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Adding Fiber Connectivity: When Microtrenching is Overkill

Posted by Dee McVicker on 11/21/14 10:19 AM

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We’ve all done it. Missed the obvious. Just this weekend I was running late to a mutual friend's barbecue and figured I’d leave the navigating to my iPhone in order to make up the time.

Siri hardly ever lets me down.

Don't miss the obviousBut after spending 15 minutes circling the same block and clearly not getting anywhere, I finally decided I needed to put the iPhone down and use my own two eyes and commonsense to navigate. That’s when I caught a waft of smoke coming from a house set back a ways from the road. Bingo.

Sometimes we get so dependent on the next big thing in technology, it’s easy to miss the obvious sitting right in front of us.

Take microtrenching. We’ve all heard that it’s quicker, cheaper and a much better way to bring in fiber optic cable. There’s little doubt that it’s far better to microtrench a shallow opening for optical cable than to dig down several more feet, which was the old way of doing things that resulted in torn up roads, uprooted trees, and traffic delays.  

I’d be the first to tell you that microtrenching is a great option for bringing in more data, more video, more of everything. (And, in fact, I have. Read Microtrenching and Fiber Connectivity. )

But the point is, microtrenching has become the latest industry buzzword and sometimes it obscures the obvious. Yes, microtrenching is good, but no trenching is better. I am referring to Wavelength Division Multiplexers (WDM), which can be the simple solution for many organizations that already have fiber optic cables in the ground.

With incredible capacity already present in these existing optical runs, why not use it?

We are talking about lightwaves, after all.

The slice infrared spectrum that is usable for fiber transmission provides a theroetical bandwitdth of 50 THz (that’s Terahertz, or 50,000 GHz). It’s theoretically capable (as determined through a complex series of calculations) of data rates of about 1.2 petabits per second per fiber core! 17 million times more data than a typical 3 gigabit SFP, which means a large portion of the bandwidth of a fiber optic cable is wasted.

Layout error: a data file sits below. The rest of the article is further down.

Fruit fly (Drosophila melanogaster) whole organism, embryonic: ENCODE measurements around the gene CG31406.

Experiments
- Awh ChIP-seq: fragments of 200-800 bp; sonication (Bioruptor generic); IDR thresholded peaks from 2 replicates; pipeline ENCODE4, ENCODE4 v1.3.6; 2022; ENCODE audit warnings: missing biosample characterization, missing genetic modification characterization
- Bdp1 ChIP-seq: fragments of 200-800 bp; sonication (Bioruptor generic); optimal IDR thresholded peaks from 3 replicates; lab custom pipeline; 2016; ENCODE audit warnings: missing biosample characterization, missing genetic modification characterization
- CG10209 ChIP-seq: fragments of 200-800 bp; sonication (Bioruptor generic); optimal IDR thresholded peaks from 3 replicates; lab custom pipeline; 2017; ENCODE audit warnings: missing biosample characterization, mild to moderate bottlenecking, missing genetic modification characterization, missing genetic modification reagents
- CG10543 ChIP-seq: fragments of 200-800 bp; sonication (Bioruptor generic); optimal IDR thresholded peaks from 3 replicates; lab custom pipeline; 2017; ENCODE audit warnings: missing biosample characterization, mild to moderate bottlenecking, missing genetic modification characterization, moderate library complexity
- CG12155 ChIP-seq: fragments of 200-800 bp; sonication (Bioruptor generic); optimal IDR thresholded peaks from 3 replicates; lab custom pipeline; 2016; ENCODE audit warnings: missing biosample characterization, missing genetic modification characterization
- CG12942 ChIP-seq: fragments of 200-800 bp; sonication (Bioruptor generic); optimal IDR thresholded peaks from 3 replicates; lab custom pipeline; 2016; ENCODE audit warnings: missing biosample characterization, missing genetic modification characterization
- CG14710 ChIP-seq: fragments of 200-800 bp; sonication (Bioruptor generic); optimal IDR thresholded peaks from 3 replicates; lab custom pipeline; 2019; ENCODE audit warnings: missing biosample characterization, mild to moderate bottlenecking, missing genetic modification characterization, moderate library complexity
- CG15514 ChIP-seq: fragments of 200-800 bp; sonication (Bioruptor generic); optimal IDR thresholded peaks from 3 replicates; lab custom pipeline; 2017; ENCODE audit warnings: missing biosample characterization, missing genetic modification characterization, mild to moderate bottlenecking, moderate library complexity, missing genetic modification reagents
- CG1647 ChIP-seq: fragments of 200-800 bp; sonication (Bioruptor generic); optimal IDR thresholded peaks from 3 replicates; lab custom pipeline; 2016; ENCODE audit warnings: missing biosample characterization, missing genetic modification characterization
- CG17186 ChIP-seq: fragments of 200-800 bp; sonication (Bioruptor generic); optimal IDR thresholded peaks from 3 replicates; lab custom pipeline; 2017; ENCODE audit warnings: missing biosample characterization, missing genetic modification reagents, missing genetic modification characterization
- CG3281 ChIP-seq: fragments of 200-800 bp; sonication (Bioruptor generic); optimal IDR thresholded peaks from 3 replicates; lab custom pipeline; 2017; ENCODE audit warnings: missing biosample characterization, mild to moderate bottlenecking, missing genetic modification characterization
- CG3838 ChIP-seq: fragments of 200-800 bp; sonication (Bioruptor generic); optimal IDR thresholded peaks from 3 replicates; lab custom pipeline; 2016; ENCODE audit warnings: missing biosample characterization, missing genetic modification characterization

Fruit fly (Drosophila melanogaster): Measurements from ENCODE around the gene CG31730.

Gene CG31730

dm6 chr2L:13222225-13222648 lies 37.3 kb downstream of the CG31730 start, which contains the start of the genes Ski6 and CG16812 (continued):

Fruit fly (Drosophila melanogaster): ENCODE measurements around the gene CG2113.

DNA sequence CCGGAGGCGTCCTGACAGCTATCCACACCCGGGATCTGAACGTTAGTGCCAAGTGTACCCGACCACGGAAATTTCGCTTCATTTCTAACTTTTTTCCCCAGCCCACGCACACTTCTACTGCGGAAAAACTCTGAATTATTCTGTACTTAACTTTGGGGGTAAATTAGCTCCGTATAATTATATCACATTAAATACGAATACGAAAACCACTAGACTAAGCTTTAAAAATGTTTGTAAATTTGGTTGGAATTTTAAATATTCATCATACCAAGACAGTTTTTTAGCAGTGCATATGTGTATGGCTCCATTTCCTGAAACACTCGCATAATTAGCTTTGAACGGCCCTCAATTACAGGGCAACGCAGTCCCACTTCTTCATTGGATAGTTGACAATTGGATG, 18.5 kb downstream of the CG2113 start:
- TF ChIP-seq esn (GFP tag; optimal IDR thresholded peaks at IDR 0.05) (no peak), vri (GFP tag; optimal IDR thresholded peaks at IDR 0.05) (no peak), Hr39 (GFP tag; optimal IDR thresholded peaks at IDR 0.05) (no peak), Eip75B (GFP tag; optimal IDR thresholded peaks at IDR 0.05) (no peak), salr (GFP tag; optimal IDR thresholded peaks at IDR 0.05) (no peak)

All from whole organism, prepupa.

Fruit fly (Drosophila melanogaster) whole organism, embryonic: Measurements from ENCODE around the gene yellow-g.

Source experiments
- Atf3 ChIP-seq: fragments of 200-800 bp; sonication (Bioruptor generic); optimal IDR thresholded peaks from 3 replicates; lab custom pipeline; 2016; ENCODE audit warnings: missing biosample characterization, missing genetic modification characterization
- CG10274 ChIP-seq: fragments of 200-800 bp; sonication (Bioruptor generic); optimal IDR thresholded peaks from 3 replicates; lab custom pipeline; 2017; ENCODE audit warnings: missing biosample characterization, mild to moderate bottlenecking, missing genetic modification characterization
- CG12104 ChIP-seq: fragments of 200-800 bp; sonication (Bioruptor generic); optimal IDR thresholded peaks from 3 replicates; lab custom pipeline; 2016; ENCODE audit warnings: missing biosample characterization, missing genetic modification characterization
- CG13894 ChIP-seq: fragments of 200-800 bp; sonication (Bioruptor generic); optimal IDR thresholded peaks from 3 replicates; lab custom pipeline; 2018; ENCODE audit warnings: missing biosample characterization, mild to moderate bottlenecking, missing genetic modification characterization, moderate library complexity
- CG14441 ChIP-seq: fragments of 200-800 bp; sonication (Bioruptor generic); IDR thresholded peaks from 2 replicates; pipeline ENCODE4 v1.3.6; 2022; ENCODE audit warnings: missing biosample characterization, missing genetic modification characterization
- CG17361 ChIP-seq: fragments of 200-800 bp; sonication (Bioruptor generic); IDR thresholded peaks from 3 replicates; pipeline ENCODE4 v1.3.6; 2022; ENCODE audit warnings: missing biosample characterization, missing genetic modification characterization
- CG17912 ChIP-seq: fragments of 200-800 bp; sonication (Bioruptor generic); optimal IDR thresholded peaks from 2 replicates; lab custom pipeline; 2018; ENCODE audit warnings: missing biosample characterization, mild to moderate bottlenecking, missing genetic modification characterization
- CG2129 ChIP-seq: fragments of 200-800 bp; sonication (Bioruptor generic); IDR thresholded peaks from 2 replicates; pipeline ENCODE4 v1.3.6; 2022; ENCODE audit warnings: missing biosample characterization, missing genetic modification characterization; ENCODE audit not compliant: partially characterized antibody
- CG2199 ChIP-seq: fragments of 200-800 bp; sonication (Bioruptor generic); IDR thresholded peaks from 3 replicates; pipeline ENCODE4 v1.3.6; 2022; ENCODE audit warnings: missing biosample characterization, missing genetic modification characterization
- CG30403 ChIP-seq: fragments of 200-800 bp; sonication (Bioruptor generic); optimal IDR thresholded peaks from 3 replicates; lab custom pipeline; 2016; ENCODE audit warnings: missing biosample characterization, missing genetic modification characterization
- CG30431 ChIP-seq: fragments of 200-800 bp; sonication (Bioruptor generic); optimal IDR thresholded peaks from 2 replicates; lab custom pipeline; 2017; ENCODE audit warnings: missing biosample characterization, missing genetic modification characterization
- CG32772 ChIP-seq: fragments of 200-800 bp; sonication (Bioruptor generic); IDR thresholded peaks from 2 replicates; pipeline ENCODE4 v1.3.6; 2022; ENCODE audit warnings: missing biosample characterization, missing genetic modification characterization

Wavelength Division Multiplexing (WDM) is a way to add more channels of data on those fiber cables already in place. No trenching required. In many cases you can easily add 16 channels to an existing fiber cable, yielding data rates from 155 megabits to 3 gigabits (or more) per channel, for a possible aggregate data rate of 48 Gbps.

The transport electronics currently being used stays the same. Very often it’s a simple matter of adding a multiplexer at one end of the cable and a de-multiplexer at the other end. Again, no trenching required, micro or otherwise.

WDMs are widely used by telecommunications companies and others for this reason, and their use is growing in popularity as higher data requirements (video on demand, internet, VoIP, video conferencing, et al) continue to max out existing infrastructure.

How WDM Works

FiberPlex WDM16WDM makes it possible to add capacity by transmitting channels at different wavelengths, or colors of light. Think of WDM as a set of eyes – your eyes can see many different colors of light. A WDM unit is similar. It uses filters to divide out the light representing channels of data. Wavelength division multiplexers do all the optical combining and separation of light using filters.

Most of the WDMs you’ll find on the market can operate on single-mode fiber cables and some operate on multi-mode as well.

WDMs come in two popular flavors, coarse (CWDM) or dense (DWDM). Both are based on the same concept of using multiple wavelengths of light on a single fiber, but differ in the spacing of the wavelengths, number of channels, and the ability to amplify the multiplexed signals in the optical space.

Coarse WDMs, also known as conventional, generally transmit in the 1310 to 1610 nm wavelength range. Dense WDMs can also transmit in the same band, but have denser channel spacing compared to coarse. Doug Schwartz gives one of the better explanations of WDMs in Wavelength Division Multiplexing – It’s Not Rocket Science…

Of course, you could always install more fiber, if the conduit space is available and you have the permits to pull more cable.

Or, you could also increase the bitrates of the system, but that too can be cost prohibitive and require that you upgrade the electronics in the network.

Or, you can go simple and multiplex onto existing fiber using wavelength division multiplexing.


Topics: FTTX, Muliplexing, Fiber 101, WDM